Skift Take

Hotels have a serious, and highly caffeinated, competitor on their hands.

Series: Future of Work

Future of Work

As organizations start to embrace distributed work and virtual meetings, the corporate travel and meetings sectors are preparing for change. Read Skift’s ongoing coverage of this shift in business travel behavior through the lens of both brands and consumers.

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Hotels have made great strides adapting to remote workers during the pandemic, but coffee shops are evolving too. Now, new design features are spreading out into the wider hospitality sector, according to one architect. Goodbye grab-and-go, hello comfy seating and hangout areas.

Many employees flocked to the likes of Starbucks and Pret A Manger. But in Washington, D.C., a multidisciplinary practice called //3877 is specializing in designing cafes fit for the modern remote worker. And it’s never been busier.

The architect works with brands like Slipstream and Freshman. “A lot of our clients are cafes that do a lot more day-to-night. As the demand changed, they expanded with that,” said co-founder David Tracz.

“They’ve changed their entire program. They do full cafe service in the morning, then all the way until night with a food and cocktail program. And people who live around there use it as a good workspace, they work all day, from the coffee in the morning to cocktails at night.”

The caffeine component is clearly an advantage, kickstarting the day or brainstorming sessions, but Tracz said he was seeing an influx of cafes in the Washington area and other states as well. Coffee shops are asking his practice, which has a mix of interior designers and architects, for a better arrangement for their “to-go” and “pick-up” areas so it doesn’t look like a pile of bags stacked in a corner, he said.

The firm //3877 also works with most of the major hotel groups in the U.S., which are picking up on the fact that many guests will want to “hang out” more. Where a space used to be set aside as a designated breakfast area, that’s now changing.

“You’re going to continue to see the lobby space as much more communal,” the co-founder said. “All the hotel brands are shooting for getting desks, and a comfortable space. In a lot of ways, they’re doing that to reduce the room footprint. That seems to be the move,” he said.

Communities play a role here in the evolution of cafes too, and local favorite Pret A Manger plans to double in size within the next five years, backed by a new $133 million investment. Last summer it cannily launched a subscription model — which even inspired one accommodation provider — and sales have almost returned to pre-pandemic levels.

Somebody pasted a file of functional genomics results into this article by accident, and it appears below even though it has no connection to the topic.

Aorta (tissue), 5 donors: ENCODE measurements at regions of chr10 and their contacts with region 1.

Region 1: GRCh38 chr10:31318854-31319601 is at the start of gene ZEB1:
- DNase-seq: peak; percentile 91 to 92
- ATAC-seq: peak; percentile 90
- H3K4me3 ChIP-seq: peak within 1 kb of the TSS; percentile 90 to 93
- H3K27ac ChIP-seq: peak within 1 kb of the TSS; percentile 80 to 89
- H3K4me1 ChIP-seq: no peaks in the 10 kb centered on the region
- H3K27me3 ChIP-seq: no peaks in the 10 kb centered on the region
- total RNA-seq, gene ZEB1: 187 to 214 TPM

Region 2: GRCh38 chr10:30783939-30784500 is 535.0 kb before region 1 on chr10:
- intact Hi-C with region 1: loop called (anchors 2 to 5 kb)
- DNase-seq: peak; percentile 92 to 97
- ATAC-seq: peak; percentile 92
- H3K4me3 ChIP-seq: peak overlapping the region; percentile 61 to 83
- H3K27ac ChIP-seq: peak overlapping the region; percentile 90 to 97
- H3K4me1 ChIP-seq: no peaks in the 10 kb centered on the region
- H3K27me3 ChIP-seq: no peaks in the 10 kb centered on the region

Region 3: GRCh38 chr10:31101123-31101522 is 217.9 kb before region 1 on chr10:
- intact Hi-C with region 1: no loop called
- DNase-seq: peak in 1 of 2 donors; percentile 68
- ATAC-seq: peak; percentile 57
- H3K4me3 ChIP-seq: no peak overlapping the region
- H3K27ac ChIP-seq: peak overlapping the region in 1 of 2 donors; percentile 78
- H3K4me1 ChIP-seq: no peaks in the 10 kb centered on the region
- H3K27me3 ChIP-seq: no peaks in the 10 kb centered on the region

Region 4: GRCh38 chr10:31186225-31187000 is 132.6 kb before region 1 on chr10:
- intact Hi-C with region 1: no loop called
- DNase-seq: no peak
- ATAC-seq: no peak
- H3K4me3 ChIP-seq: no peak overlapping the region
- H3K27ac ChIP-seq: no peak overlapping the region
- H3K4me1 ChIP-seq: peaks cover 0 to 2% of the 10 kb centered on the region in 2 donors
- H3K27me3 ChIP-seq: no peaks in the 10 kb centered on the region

However, the cafe group told Skift it’s got no plans to tweak its designs, but rather focus on retail, broadening its product range available on delivery platforms such as Deliveroo, Just Eat and Uber Eats, and selling items like frozen croissants, granolas and ketchup in other shops.

“They were always geared for takeaway, anyway,” said Tracz. “I don’t know if they’d want to change their design to a position where people can hang out more often. It’s a tough call.”


You can tell the end of the year is approaching by the number of quirky press releases and lists arriving in the inbox. One from expense company Emburse stands out — but possibly because it’s not as far-fetched as it sounds.

The company asked its customers for their craziest expenses that submitters and finance professionals encountered throughout the year. They included $1,000 for a tattoo removal for an incoming employee, $1,250 for pet sitting care for an employee’s horse with separation anxiety. Meanwhile, one newly hired employee charged $25,000 onto the company card for a car, and another $85 to repair lawn damage caused by a visiting coworker attending a private dinner party.

The smallest? A nail worth 53 cents submitted as an expense for an office construction project.

Obviously if you ask 100,000 people these types of questions, you’ll get made-up answers, and clear signs of company fraud, but, as Emburse points out, some may have something to do with the “Great Resignation.” If the war for talent is as competitive as everyone’s saying, is this a sign of things to come? Industry leaders discussed this very topic at Skift Aviation Forum last month, and how travel overlaps with a very real battle to retain and recruit talent in a tight labor market. Maybe it’s not quite the end of business-class flying just yet.

10-Second Corporate Travel Catch-Up

Who and what Skift has covered over the past week: Amadeus, Allegiant Air, Alloggio, Azul, EveryMundo, EY, Global Business Travel Association, KPMG, Meituan, Omicron variant, Selina, United Airlines, Vacasa.

In Brief

TravelManagers Gets Back to Business in Australia  

Australia’s TravelManagers group is producing a series of webinars for its consultants, with training on fares, ticketing, marketing, risk mitigation and service fees, according to reports, as the country slowly reopens its borders. The travel company has also teamed up with with Amadeus and Healius Pathology to discuss safe travel and accredited Covid travel tests as part of its “Reset” program. “Our personal travel managers need to feel confident in their approach to navigating the complexities of travel in a Covid-normal world,” said Michael Gazal, executive general manager.


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Tags: accommodations, amadeus, business travel, coronavirus, corporate travel, Future of Work Briefing, remote work, Skift Pro Columns, ubereats

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